JICA-RI Organizes the First Seminar of JOCV Study: "Review a Half Century of JOCV Program"


JICA’s Japan Overseas Cooperation Volunteers (JOCV) program, since its inauguration in 1965 by the Japanese government, has dispatched more than 38,000 volunteers to 88 countries around the world. The program, which is to celebrate its 50th milestone anniversary in 2015, includes a range of objectives such as development aid, mutual understanding between Japan and developing countries, and fostering the youth. JOCV program, therefore, has drawn attention not only from its practical aspect but from an academic interest.

In light of the nature of JOCV program, JICA-RI launched a research project titled “the Interdisciplinary Study of JOCVs” at the end of 2011, having engaged in the study on the JOCV program from various academic fields—political science, anthropology, business administration, and sociology. On September 19 this year, the institute convened its first series of seminars with an aim of disseminating the study outcomes and of building a research network. JICA-RI Senior Research Fellow Yasunobu Okabe, who is a lead researcher of this project, and Mr. Yozo Kaneko, President of the Japan Overseas Cooperative Association (JOCA), gave presentations respectively.

In his opening remarks, JICA-RI Director Hiroshi Kato stated, “ODA is a multifaceted program involving diverse motivations, activities, and skills. So it is difficult to grasp a full picture of its work, whereas ODA scheme needs to be interpreted from diverse and long-term perspectives.”


Senior Research Fellow
Yasunobu Okabe

Mr. Kaneko started off by tracing the path to the establishment of the JOCV program in his speech titled “Progress of JOCV over a Half Century.” First he stated that although a general perception of JOCV was a replication of the US Peace Corps that started in 1961, Japanese private youth groups and university persons involved had already discussed a plan to dispatch Japanese youth overseas, a model of the current JOCV program before the US Peace Corps. The start of the US Peace Corps by the late President Kennedy inspired LDP’s young politicians to realize the JOCV framework. With setting up the Cooperation Volunteers Secretariat as an affiliated agency of OTCA (predecessor of JICA) in 1965, about 40 volunteers were dispatched to five foreign countries in the first year. Mr. Kaneko, former executive director of JOCV secretariat, also illustrated the history of JOCV: the foundational period spanning from the launch of the program to the establishment of JICA (1974); the expanding period of the program (from 1975 to the 1990s); and the post-bubble period from 2000 to the present. To end his presentation, Mr. Kaneko lastly stressed that the JOCV program has been striving to develop the program as a national movement within the framework of governmental projects and to utilize the cooperation with external agencies such as JOCA as a driving force.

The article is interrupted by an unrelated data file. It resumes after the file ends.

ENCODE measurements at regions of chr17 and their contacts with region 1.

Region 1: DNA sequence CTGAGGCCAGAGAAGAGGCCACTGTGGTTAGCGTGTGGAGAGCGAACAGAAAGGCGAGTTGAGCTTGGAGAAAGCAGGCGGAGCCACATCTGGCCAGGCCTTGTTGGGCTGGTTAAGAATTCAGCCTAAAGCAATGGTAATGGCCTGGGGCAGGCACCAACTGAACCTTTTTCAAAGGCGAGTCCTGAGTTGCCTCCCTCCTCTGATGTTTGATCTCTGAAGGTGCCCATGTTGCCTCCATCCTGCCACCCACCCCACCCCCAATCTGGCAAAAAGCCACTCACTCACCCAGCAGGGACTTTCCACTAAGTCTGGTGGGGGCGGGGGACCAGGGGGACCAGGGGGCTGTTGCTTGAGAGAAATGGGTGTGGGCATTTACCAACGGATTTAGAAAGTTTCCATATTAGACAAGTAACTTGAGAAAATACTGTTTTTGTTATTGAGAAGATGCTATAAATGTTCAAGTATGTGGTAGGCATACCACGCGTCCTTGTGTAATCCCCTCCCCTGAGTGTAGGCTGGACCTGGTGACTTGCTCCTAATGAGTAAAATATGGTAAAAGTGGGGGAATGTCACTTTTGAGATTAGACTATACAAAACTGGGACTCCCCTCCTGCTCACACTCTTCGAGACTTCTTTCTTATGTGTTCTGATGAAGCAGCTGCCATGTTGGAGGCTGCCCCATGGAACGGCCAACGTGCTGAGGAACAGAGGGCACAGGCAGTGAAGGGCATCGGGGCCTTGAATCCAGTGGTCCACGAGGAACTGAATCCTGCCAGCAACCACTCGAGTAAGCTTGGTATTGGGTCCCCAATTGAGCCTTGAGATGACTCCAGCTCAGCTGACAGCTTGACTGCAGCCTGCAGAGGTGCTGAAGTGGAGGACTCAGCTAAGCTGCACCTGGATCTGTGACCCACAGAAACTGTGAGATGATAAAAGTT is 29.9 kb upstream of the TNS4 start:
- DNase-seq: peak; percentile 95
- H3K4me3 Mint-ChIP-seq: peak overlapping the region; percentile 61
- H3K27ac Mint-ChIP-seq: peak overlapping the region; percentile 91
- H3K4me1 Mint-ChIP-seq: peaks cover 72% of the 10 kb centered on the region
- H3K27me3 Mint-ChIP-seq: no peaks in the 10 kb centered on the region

Senior research fellow Okabe’s presentation followed Mr. Kaneko, focusing on the history of the foundation of JOCV. He explained it by setting three agendas: 1) the motives to establish the JOCV program; 2) the diverse objectives such as technical cooperation and cultivation of Japanese youth; and 3) the driving force for continuous development of the program. He showcased Japan-US relation under the Cold War, employment issue of the youth in urban and rural areas, and the leadership of the youth groups and politicians as the factors of its foundation. As a factor of diverse objectives, he pointed out that it was a product of compromise among the youth groups, LDP and the Ministry of Foreign Affairs. He analyzed the factors of the third agenda that institutional complementarity worked out because the JOCV program was positioned under ODA framework between the Ministry of Foreign Affairs and JICA, as well as the effective checking system by external organizations including the youth groups and politicians. Lastly, Okabe expressed his intention to work further on a comparative study with cases of other Western countries.


Mr. Yozo Kaneko, President of JOCA(left)
Okabe Senior Research Fellow(right)

During the Q and A session that followed the presentations, audience from a broad range of age group asked questions, such as on current attention of Japanese politicians on JOCV, and on types of previous jobs engaged by the JOCV members at the time of their dispatch. The view that former JOCV members, their families, JOCA, and the youth groups helped the program sustain was also raised from the floor. In response to the questions and comments, Mr. Kaneko lastly touched on a few challenges such as job security for the JOCVs after their return, and the need to review the selection process in recruiting JOCVs.

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